Australian Olympic Committee Says Illegal Sports Betting Biggest Risk...
Aussie Olympic athletes set to head off the Olympic Games in London next year will be required to obey new laws designed to stop illegal betting.
The Australian Olympic Committee annual general meeting was held yesterday.
Plenty of top brass was present including AOC president John Coates and the Federal Minister for Sport Mark Arbib. They are so worried they rate illegal betting as big a risk as doping in the 1980s and 1990s.
Coates wants a national sports betting authority independent of any sport and their official bodies and handed federal powers and resources.
In a curious tactic, the AOC's 2012 team membership agreement has also been tweaked to limit the prospect of a selected Aussie athlete betting on themselves or anyone else during the Games in London.
Coates is happy to punish offenders by "naming and shaming" them. Arbib said he supported a prop for jail sentences of up to a decade for anyone found guilty.
The illegal betting industry, Arbib said, is worth roughly $140 billion a year, and has now spread like wildfire globally. He thinks that the battle to combat illegal betting will need the co operation of governments, sporting federations and legal betting agencies if it is to be won.
Coates said that athletes who still did not fully comprehend what was at stake would certainly do so by the time they had put on their green and gold team colours and were on a flight to London. He advised athletes will all be fully briefed before the Games, and the changed clauses in their agreements will be outlined. "In our team membership agreements, we have always had clauses in there that prohibited involvement by our team members in betting on Olympic Games, on other athletes or themselves," Coates said after the meeting. "We are just making [it] more specific."
"We have added the references to prohibition to illegal and irregular gambling betting to our ethical behaviour by-laws … that will be in place, the athletes will be briefed on it. It will be made very clear to them that we will not tolerate any betting during the Olympic Games."
Coates also advised that punishment for an infraction would not only come from the AOC.
Senator Arbib didn't shy away from outlining how strong a stand he plans on taking.
"The NSW Law Reform Commission have talked about penalties for up to 10 years for match fixing. That is something I support," he said.
"This is a very serious crime and there are large sums of money involved internationally.
''We need to send a strong message to those people who are involved in match fixing [and] those people involved in illegal gambling that government will act.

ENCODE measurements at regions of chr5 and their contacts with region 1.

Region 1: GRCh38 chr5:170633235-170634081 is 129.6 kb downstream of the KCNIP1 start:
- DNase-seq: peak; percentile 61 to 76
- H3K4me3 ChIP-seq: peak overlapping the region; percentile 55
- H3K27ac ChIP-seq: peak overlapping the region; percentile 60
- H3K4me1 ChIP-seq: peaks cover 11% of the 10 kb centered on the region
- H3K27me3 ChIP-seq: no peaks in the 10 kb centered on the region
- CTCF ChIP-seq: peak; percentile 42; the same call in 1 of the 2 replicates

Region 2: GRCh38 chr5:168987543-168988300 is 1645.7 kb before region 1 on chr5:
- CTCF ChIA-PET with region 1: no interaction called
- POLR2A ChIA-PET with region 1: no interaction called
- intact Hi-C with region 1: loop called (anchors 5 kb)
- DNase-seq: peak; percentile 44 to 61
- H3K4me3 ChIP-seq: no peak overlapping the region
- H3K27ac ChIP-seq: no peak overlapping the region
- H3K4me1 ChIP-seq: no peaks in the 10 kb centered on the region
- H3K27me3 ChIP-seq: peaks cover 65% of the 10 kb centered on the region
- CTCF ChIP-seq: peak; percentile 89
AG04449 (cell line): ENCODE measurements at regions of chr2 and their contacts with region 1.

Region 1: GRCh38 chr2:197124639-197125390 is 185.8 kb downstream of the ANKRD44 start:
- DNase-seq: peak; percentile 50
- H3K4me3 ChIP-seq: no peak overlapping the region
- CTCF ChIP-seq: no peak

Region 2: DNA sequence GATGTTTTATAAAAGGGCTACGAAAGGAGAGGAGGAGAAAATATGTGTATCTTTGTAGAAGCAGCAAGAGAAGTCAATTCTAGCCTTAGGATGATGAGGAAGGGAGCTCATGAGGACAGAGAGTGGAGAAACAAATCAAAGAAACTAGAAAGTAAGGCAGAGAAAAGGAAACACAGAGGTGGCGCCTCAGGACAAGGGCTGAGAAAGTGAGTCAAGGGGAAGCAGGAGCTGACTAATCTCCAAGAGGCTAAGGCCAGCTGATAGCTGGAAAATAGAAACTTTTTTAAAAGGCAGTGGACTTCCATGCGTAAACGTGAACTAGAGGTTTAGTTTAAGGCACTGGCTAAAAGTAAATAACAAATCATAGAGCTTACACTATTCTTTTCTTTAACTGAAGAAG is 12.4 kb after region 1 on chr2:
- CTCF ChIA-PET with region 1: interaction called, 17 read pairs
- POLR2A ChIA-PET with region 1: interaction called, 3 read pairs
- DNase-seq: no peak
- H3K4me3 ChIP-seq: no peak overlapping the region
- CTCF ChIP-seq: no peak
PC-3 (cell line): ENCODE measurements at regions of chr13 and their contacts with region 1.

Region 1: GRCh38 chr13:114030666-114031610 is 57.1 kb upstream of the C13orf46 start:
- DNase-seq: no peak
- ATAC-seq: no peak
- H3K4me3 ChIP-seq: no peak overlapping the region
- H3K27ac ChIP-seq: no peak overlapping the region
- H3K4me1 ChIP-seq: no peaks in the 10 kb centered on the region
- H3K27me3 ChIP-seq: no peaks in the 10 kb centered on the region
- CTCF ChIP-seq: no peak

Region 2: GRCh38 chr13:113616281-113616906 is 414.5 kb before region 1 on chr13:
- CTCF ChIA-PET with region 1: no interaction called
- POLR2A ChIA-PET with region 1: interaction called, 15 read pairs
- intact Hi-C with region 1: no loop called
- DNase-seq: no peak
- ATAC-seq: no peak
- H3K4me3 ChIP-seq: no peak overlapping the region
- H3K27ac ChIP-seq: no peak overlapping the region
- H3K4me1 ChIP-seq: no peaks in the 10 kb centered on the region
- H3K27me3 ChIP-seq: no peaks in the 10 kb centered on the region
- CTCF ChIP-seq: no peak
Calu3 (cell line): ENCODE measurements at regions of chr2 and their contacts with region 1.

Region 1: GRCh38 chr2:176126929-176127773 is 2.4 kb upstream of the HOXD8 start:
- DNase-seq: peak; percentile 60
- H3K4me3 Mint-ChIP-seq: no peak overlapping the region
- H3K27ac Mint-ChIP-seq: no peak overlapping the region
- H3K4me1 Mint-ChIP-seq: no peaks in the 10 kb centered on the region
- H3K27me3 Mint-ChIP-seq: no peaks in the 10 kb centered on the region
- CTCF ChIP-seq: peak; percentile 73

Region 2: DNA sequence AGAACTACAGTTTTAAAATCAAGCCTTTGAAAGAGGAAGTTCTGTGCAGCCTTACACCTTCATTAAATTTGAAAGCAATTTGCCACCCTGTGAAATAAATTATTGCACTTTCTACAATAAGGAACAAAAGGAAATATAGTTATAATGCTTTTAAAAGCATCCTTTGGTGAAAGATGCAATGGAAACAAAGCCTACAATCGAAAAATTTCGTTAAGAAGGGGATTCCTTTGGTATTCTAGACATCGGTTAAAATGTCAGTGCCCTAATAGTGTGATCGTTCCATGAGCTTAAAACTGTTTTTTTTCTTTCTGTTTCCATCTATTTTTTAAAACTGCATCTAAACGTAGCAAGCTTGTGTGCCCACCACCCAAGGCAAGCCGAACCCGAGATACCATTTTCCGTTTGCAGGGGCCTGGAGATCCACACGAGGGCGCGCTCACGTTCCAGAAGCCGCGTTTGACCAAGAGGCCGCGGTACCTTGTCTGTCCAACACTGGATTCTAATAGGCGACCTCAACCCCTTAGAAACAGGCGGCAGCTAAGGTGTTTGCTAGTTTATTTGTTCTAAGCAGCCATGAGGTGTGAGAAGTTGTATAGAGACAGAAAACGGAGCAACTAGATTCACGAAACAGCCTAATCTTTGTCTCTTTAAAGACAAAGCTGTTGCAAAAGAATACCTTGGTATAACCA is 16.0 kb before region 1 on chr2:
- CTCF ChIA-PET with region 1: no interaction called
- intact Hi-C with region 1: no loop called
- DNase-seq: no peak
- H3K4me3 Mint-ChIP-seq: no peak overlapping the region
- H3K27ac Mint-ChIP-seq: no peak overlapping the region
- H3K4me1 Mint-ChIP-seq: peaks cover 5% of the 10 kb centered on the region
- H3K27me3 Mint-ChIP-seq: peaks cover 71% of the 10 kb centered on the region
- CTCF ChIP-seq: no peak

"We will act together with the sports and the betting agencies and we are going to take the toughest stance possible."
Coates went thought a 7-point mandate for the national sports betting authority. He's hopeful that Prime Minister Julia Gillard will endorse it and see it become a reality.
Investigate cheating and fraudulent conduct with necessary powers to phone tap, subpoena and seize information and exemption from privacy legislation.
Undertake effective national liaison and information sharing with the Australian Federal Police, Australia Tax Office and other federal agencies, and the State and Territory police.
Undertake effective international liaison and information sharing with other governments, international sports bodies and agencies.
Establish a comprehensive code of conduct for all sporting bodies.
Establish guidelines for minimum and consistent penalties across sports at all levels and the means to ensure they are applied.
Record the names of offending athletes, officials, clubs and third parties of ill-repute on a public register, and undertake education of coaches and officials.
Folks, with list or will it come to pass and become written in law? Tipsters advise we may know in the coming weeks, and no, we are not taking bets on it before you ask, but feel free to check out other gaming and betting promotions right here.
Punters, er readers, stay glued to Media Man reports via Gambling911 for more "can't miss" information on Australian sports betting, pokies, gaming and casino wars.
*Greg Tingle is a special contributor for Gambling911
*Media Man http://www.mediamanint.com is primarily a media, publicity and internet portal development company. They cover a dozen industry sectors including gaming. Media Man also publishes Media Man News